As energy bills continue to rise and more people start looking around for ways to cut their reliant on conventional power supplies, solar energy for homes is more and more beginning to be looked at as a viable way to get ‘off grid’!
However, what is without a doubt is that more people would be using solar energy for homes if the cost were not so great. For the average householder, the cost of installing a solar energy system can be off-putting and so they never really make it past the initial inquiry to the installation company. Not only that, the return on investment does not happen over night. It can take anywhere from a year to many years, to get your money back form your initial investment. However, this does depend on what you install, where you live and how much energy your particular home uses.
To mitigate this initial cost, what is happening more and more, is that governments are offering grants and help with the buying of the equipment and also the installation of the equipment. What is also hoped, is that as new houses are being built, then solar panels will be installed as the norm on these houses.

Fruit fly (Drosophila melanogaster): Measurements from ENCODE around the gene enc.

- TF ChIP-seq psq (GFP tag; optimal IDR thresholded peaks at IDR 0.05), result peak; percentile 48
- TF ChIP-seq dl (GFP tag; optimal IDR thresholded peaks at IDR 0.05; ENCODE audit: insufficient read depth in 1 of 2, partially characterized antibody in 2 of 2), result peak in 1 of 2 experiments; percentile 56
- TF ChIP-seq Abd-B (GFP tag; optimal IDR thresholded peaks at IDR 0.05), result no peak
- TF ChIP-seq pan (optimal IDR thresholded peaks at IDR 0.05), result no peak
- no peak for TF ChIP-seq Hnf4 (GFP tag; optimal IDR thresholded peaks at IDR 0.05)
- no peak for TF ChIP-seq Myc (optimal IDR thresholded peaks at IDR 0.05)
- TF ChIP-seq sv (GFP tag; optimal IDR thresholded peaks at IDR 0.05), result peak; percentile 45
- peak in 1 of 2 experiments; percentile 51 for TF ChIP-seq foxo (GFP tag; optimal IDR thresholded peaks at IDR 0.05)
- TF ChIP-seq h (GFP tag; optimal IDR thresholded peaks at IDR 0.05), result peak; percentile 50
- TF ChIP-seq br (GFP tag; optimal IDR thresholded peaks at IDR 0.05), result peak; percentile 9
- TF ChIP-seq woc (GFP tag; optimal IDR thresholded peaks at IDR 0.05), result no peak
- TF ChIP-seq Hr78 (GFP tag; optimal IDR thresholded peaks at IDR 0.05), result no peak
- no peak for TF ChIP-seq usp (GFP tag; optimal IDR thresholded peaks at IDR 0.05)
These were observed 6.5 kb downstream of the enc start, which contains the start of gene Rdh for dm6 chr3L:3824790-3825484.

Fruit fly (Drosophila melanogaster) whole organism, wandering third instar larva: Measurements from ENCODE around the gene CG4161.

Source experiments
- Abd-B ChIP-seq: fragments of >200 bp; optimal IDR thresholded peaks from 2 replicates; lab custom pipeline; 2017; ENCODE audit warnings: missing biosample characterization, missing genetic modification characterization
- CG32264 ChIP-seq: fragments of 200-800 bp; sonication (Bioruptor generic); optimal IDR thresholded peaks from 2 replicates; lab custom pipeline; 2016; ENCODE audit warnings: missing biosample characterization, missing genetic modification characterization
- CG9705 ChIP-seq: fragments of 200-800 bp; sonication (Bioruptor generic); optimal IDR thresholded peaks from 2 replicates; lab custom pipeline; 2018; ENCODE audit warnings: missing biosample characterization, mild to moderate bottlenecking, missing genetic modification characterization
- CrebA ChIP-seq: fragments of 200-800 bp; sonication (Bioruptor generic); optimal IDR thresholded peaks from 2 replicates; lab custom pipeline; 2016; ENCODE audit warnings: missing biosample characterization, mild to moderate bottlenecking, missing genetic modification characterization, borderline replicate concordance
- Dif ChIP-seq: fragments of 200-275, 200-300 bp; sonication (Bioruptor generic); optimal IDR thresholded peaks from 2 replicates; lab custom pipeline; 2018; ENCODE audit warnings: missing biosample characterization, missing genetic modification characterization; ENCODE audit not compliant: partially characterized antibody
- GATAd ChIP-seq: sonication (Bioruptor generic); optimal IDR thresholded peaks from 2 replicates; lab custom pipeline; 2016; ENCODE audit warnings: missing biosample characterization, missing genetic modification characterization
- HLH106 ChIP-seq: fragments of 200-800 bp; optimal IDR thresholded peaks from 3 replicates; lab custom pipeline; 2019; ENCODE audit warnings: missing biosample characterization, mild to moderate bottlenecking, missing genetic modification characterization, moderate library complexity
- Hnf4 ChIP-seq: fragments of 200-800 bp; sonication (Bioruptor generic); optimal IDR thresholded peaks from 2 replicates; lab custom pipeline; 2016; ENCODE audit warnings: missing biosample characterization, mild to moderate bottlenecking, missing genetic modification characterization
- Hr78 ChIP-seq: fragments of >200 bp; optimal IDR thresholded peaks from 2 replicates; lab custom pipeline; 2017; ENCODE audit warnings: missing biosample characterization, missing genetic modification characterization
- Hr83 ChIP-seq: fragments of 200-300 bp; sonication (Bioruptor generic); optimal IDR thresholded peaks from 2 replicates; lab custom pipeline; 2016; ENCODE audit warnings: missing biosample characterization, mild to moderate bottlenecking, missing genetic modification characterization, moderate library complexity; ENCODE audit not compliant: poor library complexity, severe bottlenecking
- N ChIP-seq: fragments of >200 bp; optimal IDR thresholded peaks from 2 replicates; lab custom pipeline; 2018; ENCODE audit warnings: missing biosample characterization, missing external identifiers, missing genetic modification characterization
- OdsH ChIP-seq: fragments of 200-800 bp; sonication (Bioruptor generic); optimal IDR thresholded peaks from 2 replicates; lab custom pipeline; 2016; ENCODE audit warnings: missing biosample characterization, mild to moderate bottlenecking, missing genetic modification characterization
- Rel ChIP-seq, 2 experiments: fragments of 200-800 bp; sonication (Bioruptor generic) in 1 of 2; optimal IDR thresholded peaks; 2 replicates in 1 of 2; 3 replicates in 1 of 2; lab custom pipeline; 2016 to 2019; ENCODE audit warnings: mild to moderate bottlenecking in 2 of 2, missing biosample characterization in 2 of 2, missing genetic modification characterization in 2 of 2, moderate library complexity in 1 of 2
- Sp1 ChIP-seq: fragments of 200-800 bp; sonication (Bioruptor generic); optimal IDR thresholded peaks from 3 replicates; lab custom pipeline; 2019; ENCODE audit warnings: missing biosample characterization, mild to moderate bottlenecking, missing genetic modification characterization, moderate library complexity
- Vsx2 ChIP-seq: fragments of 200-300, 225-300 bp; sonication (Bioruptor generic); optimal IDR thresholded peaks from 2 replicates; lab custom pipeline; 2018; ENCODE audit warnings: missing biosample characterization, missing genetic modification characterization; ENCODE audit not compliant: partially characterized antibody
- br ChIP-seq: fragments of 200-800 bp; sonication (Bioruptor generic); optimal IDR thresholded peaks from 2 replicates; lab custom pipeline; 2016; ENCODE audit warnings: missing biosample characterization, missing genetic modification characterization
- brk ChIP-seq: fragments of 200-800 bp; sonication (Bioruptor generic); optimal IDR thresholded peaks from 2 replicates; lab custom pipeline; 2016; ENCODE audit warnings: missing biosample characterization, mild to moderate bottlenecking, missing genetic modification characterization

Once the cost has been accepted, then the usual form of solar energy for homes that many people opt for is to install solar panels on their roof tops. The solar panels themselves come in a variety of shapes and sizes, but pretty much we’ve all seen them on TV or in person on roof tops. They work by causing a chemical reaction when the rays of the sun hit the cells and the results of which are to produce energy.
There is a perceived belief that the solar systems needed to produce solar energy for homes can be problematic and can even end up being a huge headache for the householder. Now this may have been true in the 1970s but once the system has been installed, the level of maintenance is relatively low compared to a conventional energy systems. In fact, the design and look of the panels themselves have been revolutionized of late. They now come in a variety of styles and colors that can be easily made to discreetly fit in with the surroundings.
Really all that is needed to efficiently make use of solar energy is that there be enough day light available to expose the cells to. There does not have to be brilliant uninterrupted sun light to efficiently draw energy from a solar energy system, but if there are consistently cloudy or overcast conditions, then this is not the ideal.